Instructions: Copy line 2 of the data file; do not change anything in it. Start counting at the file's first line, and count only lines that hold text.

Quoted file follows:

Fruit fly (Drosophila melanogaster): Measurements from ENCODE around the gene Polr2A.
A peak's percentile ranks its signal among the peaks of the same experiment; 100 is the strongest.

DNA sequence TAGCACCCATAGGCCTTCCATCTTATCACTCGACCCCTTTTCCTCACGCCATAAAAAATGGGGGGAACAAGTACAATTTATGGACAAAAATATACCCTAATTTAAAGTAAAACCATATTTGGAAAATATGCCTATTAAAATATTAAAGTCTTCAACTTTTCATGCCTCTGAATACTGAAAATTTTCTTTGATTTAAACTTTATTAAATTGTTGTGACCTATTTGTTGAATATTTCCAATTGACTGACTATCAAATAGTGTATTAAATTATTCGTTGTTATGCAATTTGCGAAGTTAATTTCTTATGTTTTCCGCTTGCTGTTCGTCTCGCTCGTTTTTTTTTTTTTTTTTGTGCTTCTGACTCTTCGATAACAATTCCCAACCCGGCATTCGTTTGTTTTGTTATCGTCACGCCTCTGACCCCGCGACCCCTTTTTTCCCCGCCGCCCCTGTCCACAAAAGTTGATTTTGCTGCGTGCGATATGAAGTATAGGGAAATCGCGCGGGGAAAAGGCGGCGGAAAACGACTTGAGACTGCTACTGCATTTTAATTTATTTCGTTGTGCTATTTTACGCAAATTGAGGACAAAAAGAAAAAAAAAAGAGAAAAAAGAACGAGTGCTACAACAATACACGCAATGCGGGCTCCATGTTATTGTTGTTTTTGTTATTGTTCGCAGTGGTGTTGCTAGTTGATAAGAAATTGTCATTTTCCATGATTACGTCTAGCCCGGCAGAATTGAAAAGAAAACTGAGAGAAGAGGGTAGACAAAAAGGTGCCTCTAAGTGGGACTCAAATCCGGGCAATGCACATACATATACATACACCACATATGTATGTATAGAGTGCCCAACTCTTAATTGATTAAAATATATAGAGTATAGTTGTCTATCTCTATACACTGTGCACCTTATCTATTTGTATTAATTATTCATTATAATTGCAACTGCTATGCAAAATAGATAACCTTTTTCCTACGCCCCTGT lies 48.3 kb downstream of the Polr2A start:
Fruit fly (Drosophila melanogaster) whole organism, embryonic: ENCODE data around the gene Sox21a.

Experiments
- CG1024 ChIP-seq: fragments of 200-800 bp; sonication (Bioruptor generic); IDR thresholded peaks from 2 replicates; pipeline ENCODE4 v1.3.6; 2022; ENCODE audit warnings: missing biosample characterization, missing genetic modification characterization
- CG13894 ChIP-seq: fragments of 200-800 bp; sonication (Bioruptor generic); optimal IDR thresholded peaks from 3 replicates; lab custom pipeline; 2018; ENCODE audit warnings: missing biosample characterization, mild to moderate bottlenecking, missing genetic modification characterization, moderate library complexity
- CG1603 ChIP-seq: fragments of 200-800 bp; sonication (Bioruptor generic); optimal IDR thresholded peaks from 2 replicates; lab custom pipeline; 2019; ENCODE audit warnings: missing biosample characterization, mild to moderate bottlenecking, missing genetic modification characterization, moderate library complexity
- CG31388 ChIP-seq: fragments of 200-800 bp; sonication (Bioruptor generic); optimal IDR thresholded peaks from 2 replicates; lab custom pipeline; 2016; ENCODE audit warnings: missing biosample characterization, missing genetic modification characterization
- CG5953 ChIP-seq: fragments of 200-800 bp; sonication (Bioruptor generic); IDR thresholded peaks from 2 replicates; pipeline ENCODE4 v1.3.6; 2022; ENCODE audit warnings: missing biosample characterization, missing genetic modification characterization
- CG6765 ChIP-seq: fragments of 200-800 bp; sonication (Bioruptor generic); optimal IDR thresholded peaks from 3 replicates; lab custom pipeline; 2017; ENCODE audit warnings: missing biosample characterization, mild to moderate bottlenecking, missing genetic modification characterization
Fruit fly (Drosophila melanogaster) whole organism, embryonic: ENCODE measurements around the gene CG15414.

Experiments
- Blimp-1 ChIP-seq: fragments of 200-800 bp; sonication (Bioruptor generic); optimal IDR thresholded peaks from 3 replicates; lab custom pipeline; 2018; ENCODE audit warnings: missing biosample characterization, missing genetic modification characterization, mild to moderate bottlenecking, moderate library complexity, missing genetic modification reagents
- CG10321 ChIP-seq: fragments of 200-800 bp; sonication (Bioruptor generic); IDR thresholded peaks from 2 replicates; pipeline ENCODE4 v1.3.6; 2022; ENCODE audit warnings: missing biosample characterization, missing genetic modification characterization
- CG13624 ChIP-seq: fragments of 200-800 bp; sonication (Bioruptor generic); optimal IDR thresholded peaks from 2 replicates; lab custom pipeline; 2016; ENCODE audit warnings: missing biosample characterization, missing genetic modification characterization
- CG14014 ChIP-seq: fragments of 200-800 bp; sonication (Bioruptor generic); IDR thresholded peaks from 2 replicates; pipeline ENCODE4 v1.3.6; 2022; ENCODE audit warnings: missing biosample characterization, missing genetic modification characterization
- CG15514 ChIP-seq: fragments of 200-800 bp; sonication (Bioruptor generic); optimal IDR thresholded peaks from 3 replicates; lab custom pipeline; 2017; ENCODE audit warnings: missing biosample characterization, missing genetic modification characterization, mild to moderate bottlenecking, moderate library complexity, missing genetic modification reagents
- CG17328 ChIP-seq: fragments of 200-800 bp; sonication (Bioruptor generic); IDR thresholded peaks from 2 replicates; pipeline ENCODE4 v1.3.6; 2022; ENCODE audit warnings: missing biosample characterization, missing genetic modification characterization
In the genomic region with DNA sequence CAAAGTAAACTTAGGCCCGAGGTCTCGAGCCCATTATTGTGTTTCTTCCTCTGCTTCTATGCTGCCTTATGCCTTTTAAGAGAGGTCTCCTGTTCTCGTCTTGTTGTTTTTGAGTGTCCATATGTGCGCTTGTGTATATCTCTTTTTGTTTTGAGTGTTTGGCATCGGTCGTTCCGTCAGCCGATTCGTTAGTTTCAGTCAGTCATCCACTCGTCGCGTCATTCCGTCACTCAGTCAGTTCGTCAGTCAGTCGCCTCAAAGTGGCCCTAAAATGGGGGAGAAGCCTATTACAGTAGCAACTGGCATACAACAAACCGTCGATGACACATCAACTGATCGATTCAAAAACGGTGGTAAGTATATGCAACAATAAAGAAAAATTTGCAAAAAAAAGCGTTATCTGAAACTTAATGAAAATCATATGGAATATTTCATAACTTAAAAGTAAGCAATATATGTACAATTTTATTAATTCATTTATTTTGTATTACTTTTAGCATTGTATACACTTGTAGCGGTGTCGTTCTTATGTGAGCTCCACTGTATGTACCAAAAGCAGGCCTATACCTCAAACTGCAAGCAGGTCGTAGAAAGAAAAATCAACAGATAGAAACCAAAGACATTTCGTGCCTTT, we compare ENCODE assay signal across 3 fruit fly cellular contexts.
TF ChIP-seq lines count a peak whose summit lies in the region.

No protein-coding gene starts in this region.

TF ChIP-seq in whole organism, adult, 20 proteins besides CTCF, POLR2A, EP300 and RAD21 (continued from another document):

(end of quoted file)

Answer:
A peak's percentile ranks its signal among the peaks of the same experiment; 100 is the strongest.